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ANDREA SHEA: They're perfectly preserved, having been in dark storage for so long. Kimonos...brilliant with vivid lines, colors and textures...practically pop off the gallery walls. The white-faced courtesans were like pin-up girls...or super models...according to Nishimura Morse. But a pretty face only got you so far. These women needed to be skilled poets, dancers, musicians and arbiters of high class fashion.

ANNE NISHIMURA MORSE: You will notice throughout this exhibition when they aren't taking their clothes off they do have very stylish robes on and in fact in many of the erotic scenes you'll find that they very rarely remove all of their clothes because the clothes themselves say very much about the woman.

ANDREA SHEA: Even clothed, though, the women in these works assume some novel positions. Visitors to the gallery are fascinated. Lu Rattay drove in from Ashfield.

LU RATTAY: They're charming. I'm not shocked by them.

ANDREA SHEA: Rattay's husband John is shocked, but not by the explicit images.

JOHN RATTAY: The main idea is that there should've been such a huge collection of any sort of material that then is not exploited for 100 years. I mean I think that is really overpowering. And that adds to the mystery and the sense of arbitrariness of taste.

DAN WHITIKER: I'm Dan Whitiker, and I'm from Wakefield, Massachusetts. I don't know why they put them away I don't find them shocking at all except maybe there's on scroll at the beginning of the show there I can see why they wouldn't have it on display. It's a little on the almost pornographic side.

ANDREA SHEA: That's why some museums have chosen not to display that scroll. Before opening at the MFA...where they're letting it all hang out...'Drama and Desire' was shown...to varying degrees...at the Royal Ontario Museum and the Kimbell Art Museum.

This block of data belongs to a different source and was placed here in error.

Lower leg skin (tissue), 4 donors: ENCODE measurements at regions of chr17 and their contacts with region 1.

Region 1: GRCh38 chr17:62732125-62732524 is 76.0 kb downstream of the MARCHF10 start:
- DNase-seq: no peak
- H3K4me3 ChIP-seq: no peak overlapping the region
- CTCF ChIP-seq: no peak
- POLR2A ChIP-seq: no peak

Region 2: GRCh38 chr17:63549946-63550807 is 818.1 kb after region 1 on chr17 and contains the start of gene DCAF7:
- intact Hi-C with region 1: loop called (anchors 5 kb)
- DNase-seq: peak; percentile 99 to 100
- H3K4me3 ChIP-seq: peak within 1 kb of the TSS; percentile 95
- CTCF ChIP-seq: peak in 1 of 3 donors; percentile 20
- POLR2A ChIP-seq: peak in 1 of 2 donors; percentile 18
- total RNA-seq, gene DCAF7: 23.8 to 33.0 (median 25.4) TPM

JENNIFER CASLER PRICE: Boston is a much more liberal town than Fort Worth Texas.

ANDREA SHEA: Jennifer Casler Price curates at the Kimbell, and says she omitted the raciest scrolls because of visiting school groups, among other reasons. She acknowledges the images aren't 'true-to-life.'

JENNIFER CASLER PRICE: There's realism and there's realism, you know there is a certain exaggeration that one sees and maybe that's considered not realistic but you can certainly see what (giggles) what is being portrayed and we just didn't want to invite controversy.

ANDREA SHEA: Even when the show traveled to Japan curators opted to cover up the bawdiest bits. But at the MFA curator Anne Nishimura Morse fully exposed the scrolls because she says they represent the ethos of their time. She elicits a Buddhist sentiment popular in Japan between the 17th and 19th centuries.

ANNE NISHIMURA MORSE: Life is so short so why don't we live it up while we can, so that was the concept and again it was the sense of play that's going if we're going to be in this tightly organized society we're going to poke back, we're going to have fun. And that's what you get in all of these paintings, that sense of pleasure that sense of why not, you know, why not enjoy it.

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ANDREA SHEA: The hand scrolls will be enjoyed even more this October...when curator Anne Nishimura Morse will unfurl a few more uncensored sections. Then they head to the Asian Art Museum of San Francisco.

For WBUR I'm Andrea Shea.

The audio for this story will be available Monday, October 8th after 10.00 a.m.

This program aired on October 8, 2007. The audio for this program is not available.

Andrea Shea Twitter Senior Arts Reporter
Andrea Shea is WBUR's arts reporter.